Rorate Caeli

In France, the lowest number of Seminarians since the Revolution

Not Vatican II, we mean the French Revolution. Besides the collapse in "ordinary" seminarians, the number of Traditional seminarians in France is not increasing anymore.

From Paix Liturgique:

The French Episcopal Conference has just released the results of an "Inquiry on the situation of candidates to the presbyterial ministry on November 15, 2011". It was carried on by the [Conference's] Commission for Ordained Ministries and Lay Faithful in Ecclesial Mission.


Last year, the decline in the number of candidates to the priesthood had been of 3% (732 on November 15, 2010, compared to 756 on November 15, 2009). Once again, the Commission for Ordained Ministries notes a similar decline of 3% (710 on November 15, 2011).

Let us recall, in order to evaluate the data throughout a longer period, that the number of French seminarians was of 4,536 in 1966, at the end of the Council. of 1,297 in 1975, during the explosive years of the liturgical reform; of 1,203 in 1996,during the John Paul II years; of 784 in 2005, after the election of Benedict XVI; and now of 710. A collapse of almost 85% may also be observed since Vatican II, which nothing - or almost! - seems capable of least, as long as a spirit not favorable to priestly renewal is dominant in parishes.

It may thus be ascertained ... that the number of 710, as globally indicative of the vocations that are effectively destined to the dioceses, is the lowest level ever registered since the Revolution.


[On traditional vocations:]

The results of our inquiry based on our criteria are the following:

- The SSPX has 49 French seminarians (48 in Écône, 1 in Winona), which is exactly the same number of last year, these Frenchmen representing a constant proportion, in the past several years, of one third of the candidates to the priesthood of the entire SSPX (150), (this seems related to the fact that the apostolate of the Society of Saint Pius X has been very stable in France for the past ten years, and thus that the number of related faithful is not on the increase currently);

- the "official" French Traditionalists number 91 seminarians, instead of 95 in the last year, a number that is practically stable. (Also there this stability is explained by the fact that the number of parishes or celebrations entrusted to priests of Ecclesia Dei communities increases only very, very slowly, making their priestly apostolate difficult);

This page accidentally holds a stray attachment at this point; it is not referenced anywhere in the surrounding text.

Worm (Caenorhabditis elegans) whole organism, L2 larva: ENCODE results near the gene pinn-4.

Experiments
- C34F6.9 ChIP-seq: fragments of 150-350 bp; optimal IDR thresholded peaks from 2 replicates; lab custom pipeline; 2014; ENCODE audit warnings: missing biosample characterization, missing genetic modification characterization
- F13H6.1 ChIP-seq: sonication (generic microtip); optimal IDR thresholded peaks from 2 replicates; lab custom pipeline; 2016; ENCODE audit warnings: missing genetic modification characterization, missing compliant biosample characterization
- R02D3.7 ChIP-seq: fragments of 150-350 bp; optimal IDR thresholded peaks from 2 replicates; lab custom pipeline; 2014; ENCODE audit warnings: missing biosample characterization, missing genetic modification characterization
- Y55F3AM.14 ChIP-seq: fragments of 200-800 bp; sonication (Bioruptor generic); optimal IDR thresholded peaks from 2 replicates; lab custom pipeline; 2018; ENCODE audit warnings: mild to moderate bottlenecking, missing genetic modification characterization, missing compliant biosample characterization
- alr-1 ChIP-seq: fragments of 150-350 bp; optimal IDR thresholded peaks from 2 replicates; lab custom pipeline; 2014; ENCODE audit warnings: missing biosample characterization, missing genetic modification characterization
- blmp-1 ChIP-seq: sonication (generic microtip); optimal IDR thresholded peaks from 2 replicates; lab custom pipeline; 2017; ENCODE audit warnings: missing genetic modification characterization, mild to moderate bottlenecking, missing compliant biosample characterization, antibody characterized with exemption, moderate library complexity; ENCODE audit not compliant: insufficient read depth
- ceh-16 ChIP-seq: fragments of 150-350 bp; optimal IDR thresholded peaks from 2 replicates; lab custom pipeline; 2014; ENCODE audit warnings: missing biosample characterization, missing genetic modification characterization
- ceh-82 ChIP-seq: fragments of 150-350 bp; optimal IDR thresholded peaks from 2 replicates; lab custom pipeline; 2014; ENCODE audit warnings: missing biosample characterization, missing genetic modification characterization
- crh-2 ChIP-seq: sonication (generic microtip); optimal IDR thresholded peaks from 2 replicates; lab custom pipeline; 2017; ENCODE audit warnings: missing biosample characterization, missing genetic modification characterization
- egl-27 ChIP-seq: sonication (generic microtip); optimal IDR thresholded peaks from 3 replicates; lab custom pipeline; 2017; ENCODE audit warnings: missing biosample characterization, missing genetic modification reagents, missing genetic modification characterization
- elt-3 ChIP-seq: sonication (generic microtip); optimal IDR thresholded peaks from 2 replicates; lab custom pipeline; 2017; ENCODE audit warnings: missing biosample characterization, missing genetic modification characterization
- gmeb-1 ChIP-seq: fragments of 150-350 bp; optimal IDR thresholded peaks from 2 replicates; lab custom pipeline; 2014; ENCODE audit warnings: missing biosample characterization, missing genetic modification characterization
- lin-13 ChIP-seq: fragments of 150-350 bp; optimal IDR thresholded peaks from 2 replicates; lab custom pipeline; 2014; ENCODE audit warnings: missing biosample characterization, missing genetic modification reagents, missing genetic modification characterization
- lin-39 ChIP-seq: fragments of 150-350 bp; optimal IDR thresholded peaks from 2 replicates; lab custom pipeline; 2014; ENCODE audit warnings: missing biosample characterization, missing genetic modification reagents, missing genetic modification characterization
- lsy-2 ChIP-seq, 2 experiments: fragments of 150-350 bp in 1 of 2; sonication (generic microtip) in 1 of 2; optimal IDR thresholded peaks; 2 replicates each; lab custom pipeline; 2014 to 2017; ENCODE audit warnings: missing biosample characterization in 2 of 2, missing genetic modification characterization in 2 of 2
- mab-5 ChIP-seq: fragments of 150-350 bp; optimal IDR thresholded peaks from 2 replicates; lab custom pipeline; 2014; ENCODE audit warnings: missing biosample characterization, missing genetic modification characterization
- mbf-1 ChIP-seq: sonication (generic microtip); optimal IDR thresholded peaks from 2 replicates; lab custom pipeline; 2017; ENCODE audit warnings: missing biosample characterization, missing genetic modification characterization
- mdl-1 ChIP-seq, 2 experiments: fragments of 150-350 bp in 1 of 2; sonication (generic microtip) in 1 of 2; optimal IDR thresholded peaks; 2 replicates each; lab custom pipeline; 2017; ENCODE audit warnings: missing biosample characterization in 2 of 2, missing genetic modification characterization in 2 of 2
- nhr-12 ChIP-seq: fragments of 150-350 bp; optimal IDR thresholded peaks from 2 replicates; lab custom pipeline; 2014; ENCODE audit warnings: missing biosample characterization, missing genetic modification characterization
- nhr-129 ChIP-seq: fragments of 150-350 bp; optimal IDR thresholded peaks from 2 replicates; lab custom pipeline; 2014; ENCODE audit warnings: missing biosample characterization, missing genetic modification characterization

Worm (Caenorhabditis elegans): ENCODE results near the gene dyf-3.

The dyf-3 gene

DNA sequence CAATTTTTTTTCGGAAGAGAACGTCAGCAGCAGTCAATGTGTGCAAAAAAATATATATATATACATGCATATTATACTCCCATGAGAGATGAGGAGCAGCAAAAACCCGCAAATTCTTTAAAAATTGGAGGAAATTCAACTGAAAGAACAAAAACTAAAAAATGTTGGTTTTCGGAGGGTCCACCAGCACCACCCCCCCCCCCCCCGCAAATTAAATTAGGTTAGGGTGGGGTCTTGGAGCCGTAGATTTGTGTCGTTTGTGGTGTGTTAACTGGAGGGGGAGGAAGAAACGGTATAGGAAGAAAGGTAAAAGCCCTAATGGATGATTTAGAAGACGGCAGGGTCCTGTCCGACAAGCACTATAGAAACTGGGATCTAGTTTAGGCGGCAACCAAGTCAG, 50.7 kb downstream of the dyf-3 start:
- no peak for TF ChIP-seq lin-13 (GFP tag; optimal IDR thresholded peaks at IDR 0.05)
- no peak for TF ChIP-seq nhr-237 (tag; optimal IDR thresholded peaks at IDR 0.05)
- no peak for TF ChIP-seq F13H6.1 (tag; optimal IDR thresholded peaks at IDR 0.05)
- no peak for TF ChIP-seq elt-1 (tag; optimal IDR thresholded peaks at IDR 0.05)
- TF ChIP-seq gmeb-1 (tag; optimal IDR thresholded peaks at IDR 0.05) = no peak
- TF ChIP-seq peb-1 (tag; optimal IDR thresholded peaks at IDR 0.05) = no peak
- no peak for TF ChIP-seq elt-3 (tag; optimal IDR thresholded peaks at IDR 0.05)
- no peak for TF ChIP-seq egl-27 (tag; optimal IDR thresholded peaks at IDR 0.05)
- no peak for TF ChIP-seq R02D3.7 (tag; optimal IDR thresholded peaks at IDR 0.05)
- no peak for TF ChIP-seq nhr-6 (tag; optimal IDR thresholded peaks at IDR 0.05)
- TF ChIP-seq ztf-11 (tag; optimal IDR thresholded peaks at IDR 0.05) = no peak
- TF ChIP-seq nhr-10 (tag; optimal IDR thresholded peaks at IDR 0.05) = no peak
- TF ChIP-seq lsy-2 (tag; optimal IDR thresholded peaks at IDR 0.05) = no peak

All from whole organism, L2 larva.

- as a result that the numbers of "ordinary" seminatians collapses and that those of the "extraordinary" ones remain stable, the proportion continues to increasingly grow in favor of the "extraordinary" ones (a little over 16% [of the total] compared to a little less than 84%);

- however, in absolute numbers, there is stability, after constant growth in the preceding years (the French candidates for the priesthood for the Tridentine rite were 120 in 2005, 130 in 2007, 136 in 2008, 140 in 2009, 144 in 2010, 140 in 2011) - which is proportional to the very slow growth in the number of "extraordinary" celebrations;

- ... over 15% of this country´s seminarians are "generated" by at most 5% of all practicing Catholics - those who have access to the Traditional liturgy every Sunday. ... Let us repeat it: over 15% of this country's seminarians are "engendered" by less than 5% of practicing Catholics. This exceptional vocational breeding ground (which is exceptional not in itself, but relatively to a situation of collapse) could be considerably more relevant if a number of conditions were present. There is no space to examine them here, but they may be summarized thus: the "supply" of Traditional celebrations must correspond to the "demand" for it. Because if there are no more than 5% of practicing [Catholics] live their faith according to the Extraordinary Form of the Roman Rite, at least one third of the faithful wish they were able to have the traditional liturgy in their parishes, the results of our surveys regularly indicate.

Today, the Holy See made available some numbers included in the new Annuario Pontificio, including the following:

The number of students of philosophy and theology in diocesan or religious seminaries has increased constantly in the course of the past five years. As a whole, it has increased 4%, from 114,439 in 2005 to 118,990 in 2010. In decline in Europe (-10.4%) and in America (-1,1% [including North and South America]), the major seminarians increase in Africa (+14.2%), in Asia (+13.0%), and in Oceania (+12.3%).